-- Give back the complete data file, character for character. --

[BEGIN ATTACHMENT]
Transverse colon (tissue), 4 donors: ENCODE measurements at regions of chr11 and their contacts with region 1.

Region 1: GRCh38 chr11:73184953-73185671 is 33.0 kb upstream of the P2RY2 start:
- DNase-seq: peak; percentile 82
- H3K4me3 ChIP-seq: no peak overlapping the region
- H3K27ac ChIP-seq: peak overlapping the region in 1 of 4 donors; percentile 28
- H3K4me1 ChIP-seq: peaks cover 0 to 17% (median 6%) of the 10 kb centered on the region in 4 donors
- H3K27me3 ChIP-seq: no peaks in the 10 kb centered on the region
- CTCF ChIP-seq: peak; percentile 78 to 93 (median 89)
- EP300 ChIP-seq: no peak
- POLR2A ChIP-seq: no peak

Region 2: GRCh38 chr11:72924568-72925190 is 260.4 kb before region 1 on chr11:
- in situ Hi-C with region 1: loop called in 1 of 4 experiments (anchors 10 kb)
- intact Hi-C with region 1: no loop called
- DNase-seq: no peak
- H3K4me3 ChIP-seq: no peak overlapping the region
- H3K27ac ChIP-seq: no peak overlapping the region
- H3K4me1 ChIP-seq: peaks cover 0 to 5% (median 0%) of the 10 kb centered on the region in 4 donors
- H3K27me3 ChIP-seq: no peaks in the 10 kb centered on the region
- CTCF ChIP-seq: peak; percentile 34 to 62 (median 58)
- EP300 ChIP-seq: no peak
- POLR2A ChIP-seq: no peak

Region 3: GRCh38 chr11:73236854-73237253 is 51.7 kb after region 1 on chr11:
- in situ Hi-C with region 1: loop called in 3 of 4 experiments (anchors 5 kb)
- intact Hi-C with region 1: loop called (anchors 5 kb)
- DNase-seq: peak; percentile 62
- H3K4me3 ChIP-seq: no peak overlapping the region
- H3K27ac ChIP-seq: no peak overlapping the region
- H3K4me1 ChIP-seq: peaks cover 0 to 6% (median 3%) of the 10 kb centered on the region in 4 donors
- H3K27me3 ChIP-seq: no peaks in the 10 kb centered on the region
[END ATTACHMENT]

Transverse colon (tissue), 4 donors: ENCODE measurements at regions of chr11 and their contacts with region 1.

Region 1: GRCh38 chr11:73184953-73185671 is 33.0 kb upstream of the P2RY2 start:
- DNase-seq: peak; percentile 82
- H3K4me3 ChIP-seq: no peak overlapping the region
- H3K27ac ChIP-seq: peak overlapping the region in 1 of 4 donors; percentile 28
- H3K4me1 ChIP-seq: peaks cover 0 to 17% (median 6%) of the 10 kb centered on the region in 4 donors
- H3K27me3 ChIP-seq: no peaks in the 10 kb centered on the region
- CTCF ChIP-seq: peak; percentile 78 to 93 (median 89)
- EP300 ChIP-seq: no peak
- POLR2A ChIP-seq: no peak

Region 2: GRCh38 chr11:72924568-72925190 is 260.4 kb before region 1 on chr11:
- in situ Hi-C with region 1: loop called in 1 of 4 experiments (anchors 10 kb)
- intact Hi-C with region 1: no loop called
- DNase-seq: no peak
- H3K4me3 ChIP-seq: no peak overlapping the region
- H3K27ac ChIP-seq: no peak overlapping the region
- H3K4me1 ChIP-seq: peaks cover 0 to 5% (median 0%) of the 10 kb centered on the region in 4 donors
- H3K27me3 ChIP-seq: no peaks in the 10 kb centered on the region
- CTCF ChIP-seq: peak; percentile 34 to 62 (median 58)
- EP300 ChIP-seq: no peak
- POLR2A ChIP-seq: no peak

Region 3: GRCh38 chr11:73236854-73237253 is 51.7 kb after region 1 on chr11:
- in situ Hi-C with region 1: loop called in 3 of 4 experiments (anchors 5 kb)
- intact Hi-C with region 1: loop called (anchors 5 kb)
- DNase-seq: peak; percentile 62
- H3K4me3 ChIP-seq: no peak overlapping the region
- H3K27ac ChIP-seq: no peak overlapping the region
- H3K4me1 ChIP-seq: peaks cover 0 to 6% (median 3%) of the 10 kb centered on the region in 4 donors
- H3K27me3 ChIP-seq: no peaks in the 10 kb centered on the region